Hello!

    Great Work!

    I am interested in building an underwater communications system (not a ROV, it's for an underwater sensor which will send signals to surface).

    One question, which is the cost of the Ethernet cable for underwater communications and what it's your experience with daily use?

    user

    Hi!

    I'm planning to build my own ROV and the camera bit is confusing me a lot! How do you get a live feed from the camera? Did you connect it to an Arduino?

    possibly, it might work. there are some likely downsides to this method. 1)the craft would be much slower and have an exponentially slower reaction time to commands such as forward/backward/left/right 2)water would barely do anything to propel the craft in any direction due to its very low viscosity so you would have to have a lot of pumps 3)since the pumps suck in water that surrounds it, if you have the craft in a particulates polluted water, it is likely that they would ofton get cloged

    How did u control your ROV?

    U said that Fm transmitter and receiver is used for this purpose. But radio waves cannot propagate through water. So, can u tell me how did it work

    Thanks & Regards

    1 reply

    You can just plug in very long cables(the tether that he uses is essentially an internet cable) 1 for power if you do not want to use a battery and one for controlling it, also, it says "Control: surface"

    if you are put this robot anywhere but in a swimming pool, i would HIGHLY suggest putting a sheet of wire mesh all around it of and on the motors to protect this from what ever it might encounter like weeds and get entangled with you therefore losing the robot

    Hey SpaceShipOne,

    how are you?

    I am from Sultanate of Oman. I am doing my graduation project about the RC submarine and I need to download the PDF but, I can't because I already have free registers. So, if it is possible can you send it to my e-mail? or just tell me about the main parts of the submarine, Please.

    Best wishes,

    Ibrahim

    This might be of interest to you, but deadline is this Friday!

    CInvetors Coral 02.PNG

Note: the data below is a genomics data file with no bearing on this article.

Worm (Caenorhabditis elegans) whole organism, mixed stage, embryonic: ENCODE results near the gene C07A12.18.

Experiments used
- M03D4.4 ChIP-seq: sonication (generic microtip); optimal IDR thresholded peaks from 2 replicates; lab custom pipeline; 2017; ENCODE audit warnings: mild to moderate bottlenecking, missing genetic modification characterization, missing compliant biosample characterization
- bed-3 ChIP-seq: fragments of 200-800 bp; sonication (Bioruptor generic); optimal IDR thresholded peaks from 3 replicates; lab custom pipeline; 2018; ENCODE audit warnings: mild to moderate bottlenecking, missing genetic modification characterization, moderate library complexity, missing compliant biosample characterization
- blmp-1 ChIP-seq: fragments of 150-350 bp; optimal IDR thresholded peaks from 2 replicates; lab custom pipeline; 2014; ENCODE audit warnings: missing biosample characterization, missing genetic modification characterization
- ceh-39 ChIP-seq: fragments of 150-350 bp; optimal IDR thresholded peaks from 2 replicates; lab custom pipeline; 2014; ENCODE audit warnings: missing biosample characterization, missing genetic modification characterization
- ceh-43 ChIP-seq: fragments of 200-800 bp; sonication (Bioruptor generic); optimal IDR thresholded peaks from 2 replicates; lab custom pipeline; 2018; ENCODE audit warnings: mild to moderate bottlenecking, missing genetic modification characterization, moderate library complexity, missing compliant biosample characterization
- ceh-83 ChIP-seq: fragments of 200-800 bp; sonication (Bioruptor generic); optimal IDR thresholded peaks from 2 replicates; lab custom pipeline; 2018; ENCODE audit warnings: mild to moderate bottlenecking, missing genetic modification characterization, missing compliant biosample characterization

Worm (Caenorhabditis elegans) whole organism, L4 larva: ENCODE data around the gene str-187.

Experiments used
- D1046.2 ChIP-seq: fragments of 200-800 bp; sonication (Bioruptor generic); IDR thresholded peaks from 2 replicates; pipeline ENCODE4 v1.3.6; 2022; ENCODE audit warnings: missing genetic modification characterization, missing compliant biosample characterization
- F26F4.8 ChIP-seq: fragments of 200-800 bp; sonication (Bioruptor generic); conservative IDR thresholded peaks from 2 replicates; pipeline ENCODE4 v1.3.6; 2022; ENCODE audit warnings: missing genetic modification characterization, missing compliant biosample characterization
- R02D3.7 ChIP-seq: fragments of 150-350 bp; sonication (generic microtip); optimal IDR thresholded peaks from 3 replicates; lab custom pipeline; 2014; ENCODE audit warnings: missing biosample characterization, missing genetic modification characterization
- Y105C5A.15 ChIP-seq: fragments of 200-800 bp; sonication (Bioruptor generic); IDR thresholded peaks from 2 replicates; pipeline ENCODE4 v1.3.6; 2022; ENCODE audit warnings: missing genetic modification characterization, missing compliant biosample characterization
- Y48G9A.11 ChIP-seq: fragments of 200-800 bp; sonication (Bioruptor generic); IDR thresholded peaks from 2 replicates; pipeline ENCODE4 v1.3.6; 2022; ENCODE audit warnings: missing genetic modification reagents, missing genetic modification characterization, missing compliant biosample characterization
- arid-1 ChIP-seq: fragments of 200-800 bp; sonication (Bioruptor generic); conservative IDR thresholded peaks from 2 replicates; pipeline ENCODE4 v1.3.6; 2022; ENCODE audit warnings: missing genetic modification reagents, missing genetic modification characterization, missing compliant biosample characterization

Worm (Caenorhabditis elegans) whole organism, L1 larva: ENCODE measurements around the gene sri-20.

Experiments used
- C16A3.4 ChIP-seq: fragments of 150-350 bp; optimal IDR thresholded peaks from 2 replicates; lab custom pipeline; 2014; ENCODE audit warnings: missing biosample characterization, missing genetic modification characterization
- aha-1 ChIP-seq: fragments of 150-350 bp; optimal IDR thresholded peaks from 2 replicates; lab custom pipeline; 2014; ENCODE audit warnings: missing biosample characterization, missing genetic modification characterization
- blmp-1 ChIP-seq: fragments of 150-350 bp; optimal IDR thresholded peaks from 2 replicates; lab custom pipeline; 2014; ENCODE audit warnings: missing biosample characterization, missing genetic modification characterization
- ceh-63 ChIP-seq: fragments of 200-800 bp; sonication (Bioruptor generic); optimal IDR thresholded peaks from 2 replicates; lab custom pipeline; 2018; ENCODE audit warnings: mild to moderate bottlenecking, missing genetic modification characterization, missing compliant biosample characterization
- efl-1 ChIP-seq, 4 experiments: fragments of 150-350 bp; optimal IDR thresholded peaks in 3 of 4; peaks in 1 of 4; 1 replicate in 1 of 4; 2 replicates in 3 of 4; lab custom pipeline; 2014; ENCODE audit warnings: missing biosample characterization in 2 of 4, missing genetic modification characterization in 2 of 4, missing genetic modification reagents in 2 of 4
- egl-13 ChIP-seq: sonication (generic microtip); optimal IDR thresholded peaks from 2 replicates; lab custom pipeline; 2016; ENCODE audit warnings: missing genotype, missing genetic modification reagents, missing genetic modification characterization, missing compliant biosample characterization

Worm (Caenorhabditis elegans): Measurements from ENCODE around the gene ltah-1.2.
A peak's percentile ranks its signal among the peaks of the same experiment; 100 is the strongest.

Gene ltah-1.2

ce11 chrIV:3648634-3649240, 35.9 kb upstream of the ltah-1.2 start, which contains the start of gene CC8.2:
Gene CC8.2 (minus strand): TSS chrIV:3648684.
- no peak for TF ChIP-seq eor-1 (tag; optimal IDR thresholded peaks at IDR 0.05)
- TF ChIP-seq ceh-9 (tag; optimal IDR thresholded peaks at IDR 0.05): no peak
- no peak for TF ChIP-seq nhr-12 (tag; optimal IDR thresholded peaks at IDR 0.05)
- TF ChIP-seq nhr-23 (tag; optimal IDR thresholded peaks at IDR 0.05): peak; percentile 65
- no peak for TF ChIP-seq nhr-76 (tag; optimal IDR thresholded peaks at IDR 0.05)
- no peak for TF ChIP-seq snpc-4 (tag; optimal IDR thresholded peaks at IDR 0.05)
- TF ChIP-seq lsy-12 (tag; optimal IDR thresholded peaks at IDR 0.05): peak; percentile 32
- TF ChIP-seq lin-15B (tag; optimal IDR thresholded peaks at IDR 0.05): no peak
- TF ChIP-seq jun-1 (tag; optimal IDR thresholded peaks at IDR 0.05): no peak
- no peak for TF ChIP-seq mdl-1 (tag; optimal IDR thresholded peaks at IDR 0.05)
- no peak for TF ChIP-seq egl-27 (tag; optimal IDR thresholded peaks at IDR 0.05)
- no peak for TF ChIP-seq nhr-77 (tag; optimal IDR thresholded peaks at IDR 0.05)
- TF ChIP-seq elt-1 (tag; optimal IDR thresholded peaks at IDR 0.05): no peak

If you set the boyancy in a pool, and then move to salt water it will need to be adjusted again for the salt water.

    You could use an air compressor and an electronic valve to let in water and another to let in Air to a ballast tank but it would add another 30 + dollars in airhose and valves

    1 reply

    As long as it's a non compressible hull then you don't really need controllable ballast tanks. Once you set it to neutral buoyancy then it'll stay at neutral buoyancy and require very little power to move it up or down. As neutral is hard to get I would opt for slightly positive or negative depending on one or two things. If you want to predominately look at things on the bottom then I would opt for very slightly positive buoyancy. This is so the thrusters don't throw up all the crap on the bottom and ruin your view. As long as the tether is strong enough to retrieve the ROV with if you get a fault then no problems with slightly negative either. If very near neutral then the power needed to stay put or move up and down is minimal so IMO not worth the effort and complexity of controllable ballast..

    If you need to alter ballast due to picking something up or dropping it off then you could use a bladder in the weighted section of the ROV. That is put a balloon in a chamber at a little bit of pressure (greater than the dive pressure) then use a water pump to put water in to the chamber . As long as the water pump is higher pressure than the balloon then water will enter the chamber and the ROV sink. As the pressure equals the balloon pressure it will then be static and if less then the water will be forced back out. As long as the pump can deliver the pressure then as the balloon collapses the pressure needed to put more water in will increase. So a speed controller on a centrifugal pump with a bladder chamber will give you buoyancy control. Whilst this will work it would require constant power on the motor so if you need if for long period then valves could be used but again more complexity...